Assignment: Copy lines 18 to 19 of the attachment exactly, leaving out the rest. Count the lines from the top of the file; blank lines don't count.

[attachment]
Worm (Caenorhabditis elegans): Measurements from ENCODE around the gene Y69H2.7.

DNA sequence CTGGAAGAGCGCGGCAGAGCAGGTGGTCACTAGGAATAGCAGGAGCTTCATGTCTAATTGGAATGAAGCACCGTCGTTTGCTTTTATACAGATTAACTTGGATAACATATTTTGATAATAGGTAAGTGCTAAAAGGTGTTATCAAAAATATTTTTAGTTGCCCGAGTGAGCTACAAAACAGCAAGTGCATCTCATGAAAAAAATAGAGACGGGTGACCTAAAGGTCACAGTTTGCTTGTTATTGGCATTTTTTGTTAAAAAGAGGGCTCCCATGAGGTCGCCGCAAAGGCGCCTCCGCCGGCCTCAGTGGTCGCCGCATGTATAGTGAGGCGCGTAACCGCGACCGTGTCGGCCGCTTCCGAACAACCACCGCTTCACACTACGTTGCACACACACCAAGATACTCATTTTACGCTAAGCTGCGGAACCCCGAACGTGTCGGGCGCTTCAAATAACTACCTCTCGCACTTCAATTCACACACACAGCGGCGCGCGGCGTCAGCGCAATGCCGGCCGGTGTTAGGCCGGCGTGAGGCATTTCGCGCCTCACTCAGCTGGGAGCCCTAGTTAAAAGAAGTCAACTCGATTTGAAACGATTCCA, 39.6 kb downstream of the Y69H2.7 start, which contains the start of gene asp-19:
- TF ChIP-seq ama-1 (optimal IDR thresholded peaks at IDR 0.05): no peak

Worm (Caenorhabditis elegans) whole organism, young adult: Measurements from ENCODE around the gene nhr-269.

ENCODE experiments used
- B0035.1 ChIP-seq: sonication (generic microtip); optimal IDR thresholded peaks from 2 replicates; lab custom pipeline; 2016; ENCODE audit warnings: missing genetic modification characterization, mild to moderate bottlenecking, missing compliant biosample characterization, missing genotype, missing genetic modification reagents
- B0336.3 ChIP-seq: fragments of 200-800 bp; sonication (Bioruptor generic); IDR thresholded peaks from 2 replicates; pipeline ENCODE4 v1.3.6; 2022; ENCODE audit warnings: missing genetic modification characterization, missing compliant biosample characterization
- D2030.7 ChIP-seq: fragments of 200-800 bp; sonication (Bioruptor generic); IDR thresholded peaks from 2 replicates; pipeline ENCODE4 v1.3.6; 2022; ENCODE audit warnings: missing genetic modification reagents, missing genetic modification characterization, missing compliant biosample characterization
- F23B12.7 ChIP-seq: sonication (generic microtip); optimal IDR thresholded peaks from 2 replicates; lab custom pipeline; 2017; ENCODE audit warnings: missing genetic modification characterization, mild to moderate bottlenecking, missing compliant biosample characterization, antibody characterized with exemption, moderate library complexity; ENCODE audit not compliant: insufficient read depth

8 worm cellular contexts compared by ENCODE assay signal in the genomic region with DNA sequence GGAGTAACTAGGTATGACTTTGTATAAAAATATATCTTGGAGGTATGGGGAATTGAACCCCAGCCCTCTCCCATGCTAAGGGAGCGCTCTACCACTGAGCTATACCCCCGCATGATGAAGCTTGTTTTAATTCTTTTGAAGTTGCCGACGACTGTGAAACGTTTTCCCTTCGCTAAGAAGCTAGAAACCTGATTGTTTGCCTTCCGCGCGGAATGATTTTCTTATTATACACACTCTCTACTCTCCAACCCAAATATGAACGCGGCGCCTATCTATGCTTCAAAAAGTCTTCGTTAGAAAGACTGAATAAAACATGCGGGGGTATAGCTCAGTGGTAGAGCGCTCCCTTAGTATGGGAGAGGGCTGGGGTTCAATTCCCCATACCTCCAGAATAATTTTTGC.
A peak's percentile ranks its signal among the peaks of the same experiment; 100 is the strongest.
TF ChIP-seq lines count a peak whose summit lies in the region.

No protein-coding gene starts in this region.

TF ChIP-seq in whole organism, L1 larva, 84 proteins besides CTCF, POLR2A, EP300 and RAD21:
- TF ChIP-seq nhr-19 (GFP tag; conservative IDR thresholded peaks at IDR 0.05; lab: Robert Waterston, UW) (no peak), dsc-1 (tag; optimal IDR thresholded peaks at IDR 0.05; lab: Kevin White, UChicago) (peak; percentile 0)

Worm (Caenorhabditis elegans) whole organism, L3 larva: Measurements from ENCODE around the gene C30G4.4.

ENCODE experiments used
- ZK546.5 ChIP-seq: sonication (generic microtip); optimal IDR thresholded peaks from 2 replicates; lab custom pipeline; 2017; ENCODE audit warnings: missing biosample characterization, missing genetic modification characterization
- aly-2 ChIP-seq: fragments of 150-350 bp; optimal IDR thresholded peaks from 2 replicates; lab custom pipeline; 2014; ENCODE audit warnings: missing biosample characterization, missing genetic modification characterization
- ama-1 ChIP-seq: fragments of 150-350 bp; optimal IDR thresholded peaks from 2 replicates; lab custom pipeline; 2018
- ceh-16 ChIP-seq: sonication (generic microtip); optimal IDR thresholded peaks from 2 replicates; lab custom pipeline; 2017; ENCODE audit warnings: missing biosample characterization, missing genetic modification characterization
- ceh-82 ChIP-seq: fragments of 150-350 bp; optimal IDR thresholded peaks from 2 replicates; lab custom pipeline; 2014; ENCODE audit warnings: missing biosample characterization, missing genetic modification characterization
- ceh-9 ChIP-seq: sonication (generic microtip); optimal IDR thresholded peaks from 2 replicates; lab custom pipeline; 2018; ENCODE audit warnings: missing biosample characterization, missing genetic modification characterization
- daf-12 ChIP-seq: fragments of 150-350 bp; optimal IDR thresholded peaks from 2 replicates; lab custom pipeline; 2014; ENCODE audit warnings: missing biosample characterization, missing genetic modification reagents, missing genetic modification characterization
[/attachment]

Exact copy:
- ZK546.5 ChIP-seq: sonication (generic microtip); optimal IDR thresholded peaks from 2 replicates; lab custom pipeline; 2017; ENCODE audit warnings: missing biosample characterization, missing genetic modification characterization
- aly-2 ChIP-seq: fragments of 150-350 bp; optimal IDR thresholded peaks from 2 replicates; lab custom pipeline; 2014; ENCODE audit warnings: missing biosample characterization, missing genetic modification characterization